Quartered Safe Out Here, Paperback Book
4 out of 5 (5 ratings)


`There is no doubt that [Quartered Safe Out Here] is one of the great personal memoirs of the Second World War' John Keegan Life and death in Nine Section, a small group of hard-bitten and (to modern eyes) possibly eccentric Cumbrian borderers with whom the author, then nineteen, served in the last great land campaign of World War II, when the 17th Black Cat Division captured a vital strongpoint deep in Japanese territory, held it against counter-attack and spearheaded the final assault in which the Japanese armies were, to quote General Slim, "torn apart".


  • Format: Paperback
  • Pages: 384 pages
  • Publisher: HarperCollins Publishers
  • Publication Date:
  • Category: Autobiography: general
  • ISBN: 9780007105939

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Showing 1 - 5 of 5 reviews.

Review by
Quartered Safe Out Here is George MacDonald Fraser's "memoir" about being in Burma as a 19 year old soldier in World War II. While it's a vivid and honest first hand account about being in the thick of battle, I found it slow moving and tiring. Fraser takes great pains to get every accent phonetically spelled out - so much so that the written page looks like a foreign language at times. But, it wasn't the accents that I found the most tiresome. It was the fact that nearly every every other page contained a footnote containing a special explanation or definition. Fraser could have added another 50 pages if the footnotes were included in the body of the text. Probably the scene that held my attention the best was when Fraser was looking in bunkers for 'Japs.' His innocence to the danger is touching.
Review by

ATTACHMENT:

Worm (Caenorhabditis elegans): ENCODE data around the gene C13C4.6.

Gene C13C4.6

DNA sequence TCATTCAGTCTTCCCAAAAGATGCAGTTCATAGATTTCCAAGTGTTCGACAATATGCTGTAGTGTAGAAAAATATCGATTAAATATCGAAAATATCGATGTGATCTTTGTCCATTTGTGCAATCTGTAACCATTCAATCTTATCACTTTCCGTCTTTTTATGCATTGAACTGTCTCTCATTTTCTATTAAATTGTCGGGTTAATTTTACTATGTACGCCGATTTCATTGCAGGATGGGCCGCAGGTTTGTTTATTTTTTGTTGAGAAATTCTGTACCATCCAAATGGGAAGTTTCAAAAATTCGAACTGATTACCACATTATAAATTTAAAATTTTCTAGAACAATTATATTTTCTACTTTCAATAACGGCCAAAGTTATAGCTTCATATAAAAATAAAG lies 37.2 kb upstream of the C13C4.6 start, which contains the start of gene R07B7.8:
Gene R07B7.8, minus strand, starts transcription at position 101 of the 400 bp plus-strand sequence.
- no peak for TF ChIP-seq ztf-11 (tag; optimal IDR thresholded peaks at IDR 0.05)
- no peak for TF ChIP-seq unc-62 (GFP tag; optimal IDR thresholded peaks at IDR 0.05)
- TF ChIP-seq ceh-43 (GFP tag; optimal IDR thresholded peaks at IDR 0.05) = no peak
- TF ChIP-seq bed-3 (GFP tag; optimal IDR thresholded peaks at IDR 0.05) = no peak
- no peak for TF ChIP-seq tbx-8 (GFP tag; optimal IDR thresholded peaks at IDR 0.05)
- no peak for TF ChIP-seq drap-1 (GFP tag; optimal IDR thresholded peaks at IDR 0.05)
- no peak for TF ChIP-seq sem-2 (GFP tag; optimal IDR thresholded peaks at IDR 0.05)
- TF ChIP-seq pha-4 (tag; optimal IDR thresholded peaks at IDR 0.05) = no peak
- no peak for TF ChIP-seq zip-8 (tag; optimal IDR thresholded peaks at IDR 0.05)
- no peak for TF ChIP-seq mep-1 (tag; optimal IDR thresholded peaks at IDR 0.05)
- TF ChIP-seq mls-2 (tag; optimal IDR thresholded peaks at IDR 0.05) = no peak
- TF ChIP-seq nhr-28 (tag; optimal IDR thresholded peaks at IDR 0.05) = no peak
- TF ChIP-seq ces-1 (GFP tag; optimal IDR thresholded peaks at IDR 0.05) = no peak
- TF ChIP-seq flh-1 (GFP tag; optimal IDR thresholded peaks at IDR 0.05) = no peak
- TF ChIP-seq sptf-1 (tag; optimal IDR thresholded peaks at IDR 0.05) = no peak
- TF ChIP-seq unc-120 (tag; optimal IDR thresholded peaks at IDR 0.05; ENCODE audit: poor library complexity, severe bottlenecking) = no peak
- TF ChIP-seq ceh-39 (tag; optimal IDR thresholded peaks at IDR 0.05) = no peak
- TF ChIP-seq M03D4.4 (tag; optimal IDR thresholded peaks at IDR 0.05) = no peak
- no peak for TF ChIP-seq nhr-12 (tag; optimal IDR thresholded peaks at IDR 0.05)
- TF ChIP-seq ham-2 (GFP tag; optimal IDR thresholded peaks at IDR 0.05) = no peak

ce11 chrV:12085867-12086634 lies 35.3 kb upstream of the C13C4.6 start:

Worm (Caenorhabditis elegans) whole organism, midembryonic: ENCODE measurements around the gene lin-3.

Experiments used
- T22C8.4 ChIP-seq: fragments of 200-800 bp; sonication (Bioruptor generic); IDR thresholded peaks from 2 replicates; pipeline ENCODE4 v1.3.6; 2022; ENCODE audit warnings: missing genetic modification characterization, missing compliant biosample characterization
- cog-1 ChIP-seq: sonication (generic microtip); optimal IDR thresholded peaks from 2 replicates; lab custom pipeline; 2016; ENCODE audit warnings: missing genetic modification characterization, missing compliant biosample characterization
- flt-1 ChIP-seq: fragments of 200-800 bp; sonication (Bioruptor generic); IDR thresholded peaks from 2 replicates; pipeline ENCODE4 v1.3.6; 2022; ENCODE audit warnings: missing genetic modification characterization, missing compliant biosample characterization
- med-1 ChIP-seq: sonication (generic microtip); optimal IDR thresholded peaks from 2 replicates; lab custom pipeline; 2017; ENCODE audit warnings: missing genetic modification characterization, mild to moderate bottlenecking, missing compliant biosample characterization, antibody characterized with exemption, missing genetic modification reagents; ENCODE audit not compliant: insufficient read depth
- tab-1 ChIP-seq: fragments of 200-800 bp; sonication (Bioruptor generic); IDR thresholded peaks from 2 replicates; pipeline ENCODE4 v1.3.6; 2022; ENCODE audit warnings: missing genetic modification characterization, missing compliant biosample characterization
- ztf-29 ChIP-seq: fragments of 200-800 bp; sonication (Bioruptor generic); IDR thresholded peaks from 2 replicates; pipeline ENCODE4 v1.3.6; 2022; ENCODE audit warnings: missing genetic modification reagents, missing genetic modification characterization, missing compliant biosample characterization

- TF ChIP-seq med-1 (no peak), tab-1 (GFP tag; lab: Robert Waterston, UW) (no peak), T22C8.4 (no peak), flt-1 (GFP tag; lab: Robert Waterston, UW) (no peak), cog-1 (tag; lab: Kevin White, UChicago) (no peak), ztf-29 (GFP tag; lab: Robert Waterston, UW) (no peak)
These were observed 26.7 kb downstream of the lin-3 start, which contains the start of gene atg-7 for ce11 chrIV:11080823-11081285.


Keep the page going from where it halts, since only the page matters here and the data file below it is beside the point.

George MacDonald Fraser is perhaps better known for his humour, in the Flashman series. This book certainly contains humour, as it details the boredom and farce of the everyday life of a soldier. In some ways it is thus similar to Spike Milligan's books on the war. But, unlike Milligan, Fraser saw real active service in the front line in Burma, and he recounts the horrors of war at first hand.One theme that comes through strongly is that we cannot judge the actions of young national servicemen in 1945 according to the standards of the 21st century. It was kill or be killed, fighting a particularly fierce and ruthless enemy. Fraser killed, and saw his friends being killed.Like many others who study what soldiers fight for, Fraser says it is basically for your mates - in his case the 10-man infantry rifle section.He reflects on the problems of being an eye-witness. In a battle you see only a very small part of the action (or sometimes no action). If you are in action, you are totally focused on a very narrow front, on the people who are trying to kill you personally and you them. You are oblivious to all else. Thus, despite extensive research in the official records, he still finds it difficult to match some of his personal recollections with the official history.Fraser spends some time discussing the dropping of the atomic bombs, which probably saved the lives of either himself or some of his immediate friends, at great cost.To the modern reader he comes over as quite conservative, reactionary, right wing. And yet he is no armchair ideologue. His views have been formed by bitter experience, and he is prepared to justify them, while also remaining surprisingly open to people who disagree with him.This is an excellent read, not only for its exciting account of guerilla warfare, but also for its insights into various broad themes.